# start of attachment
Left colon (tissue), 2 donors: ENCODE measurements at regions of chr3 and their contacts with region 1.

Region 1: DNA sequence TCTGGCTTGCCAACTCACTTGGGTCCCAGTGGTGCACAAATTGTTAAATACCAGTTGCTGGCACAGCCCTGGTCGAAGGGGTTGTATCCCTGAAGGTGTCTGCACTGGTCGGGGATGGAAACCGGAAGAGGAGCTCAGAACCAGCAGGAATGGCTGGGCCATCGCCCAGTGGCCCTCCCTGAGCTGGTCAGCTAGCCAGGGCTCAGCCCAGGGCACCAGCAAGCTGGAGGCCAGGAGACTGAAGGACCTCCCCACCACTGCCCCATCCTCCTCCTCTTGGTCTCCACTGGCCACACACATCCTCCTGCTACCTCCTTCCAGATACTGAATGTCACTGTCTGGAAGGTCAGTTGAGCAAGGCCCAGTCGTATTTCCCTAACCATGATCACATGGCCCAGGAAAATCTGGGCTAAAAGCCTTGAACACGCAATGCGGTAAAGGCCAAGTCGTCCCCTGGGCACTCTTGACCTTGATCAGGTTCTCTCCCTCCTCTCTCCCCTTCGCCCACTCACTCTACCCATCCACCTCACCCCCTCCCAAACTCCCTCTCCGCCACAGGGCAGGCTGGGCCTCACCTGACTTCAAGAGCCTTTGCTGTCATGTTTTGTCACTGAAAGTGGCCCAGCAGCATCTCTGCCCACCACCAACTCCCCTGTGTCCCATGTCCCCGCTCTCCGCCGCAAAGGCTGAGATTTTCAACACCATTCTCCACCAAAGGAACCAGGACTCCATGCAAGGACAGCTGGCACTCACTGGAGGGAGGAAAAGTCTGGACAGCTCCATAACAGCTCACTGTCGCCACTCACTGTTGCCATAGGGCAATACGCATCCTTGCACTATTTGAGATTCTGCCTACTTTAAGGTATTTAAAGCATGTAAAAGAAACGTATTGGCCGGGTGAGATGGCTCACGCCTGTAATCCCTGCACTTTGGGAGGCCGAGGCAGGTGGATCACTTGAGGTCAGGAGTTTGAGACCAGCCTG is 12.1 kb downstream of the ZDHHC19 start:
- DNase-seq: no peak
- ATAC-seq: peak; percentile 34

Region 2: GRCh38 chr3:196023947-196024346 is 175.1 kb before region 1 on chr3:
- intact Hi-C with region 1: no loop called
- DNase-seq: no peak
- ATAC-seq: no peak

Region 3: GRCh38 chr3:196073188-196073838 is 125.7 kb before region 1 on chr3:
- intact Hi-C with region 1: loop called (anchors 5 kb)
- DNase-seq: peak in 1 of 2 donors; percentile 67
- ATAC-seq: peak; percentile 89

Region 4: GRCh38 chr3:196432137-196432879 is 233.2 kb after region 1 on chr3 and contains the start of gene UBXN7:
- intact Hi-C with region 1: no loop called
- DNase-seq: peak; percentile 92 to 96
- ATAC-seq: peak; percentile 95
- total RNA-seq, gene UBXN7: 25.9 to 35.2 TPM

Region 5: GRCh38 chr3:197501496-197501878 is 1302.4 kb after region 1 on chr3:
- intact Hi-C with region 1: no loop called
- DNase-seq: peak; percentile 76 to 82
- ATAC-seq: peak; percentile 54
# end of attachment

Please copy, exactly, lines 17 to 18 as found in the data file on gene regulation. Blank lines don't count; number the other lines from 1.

- total RNA-seq, gene UBXN7: 25.9 to 35.2 TPM

Region 5: GRCh38 chr3:197501496-197501878 is 1302.4 kb after region 1 on chr3: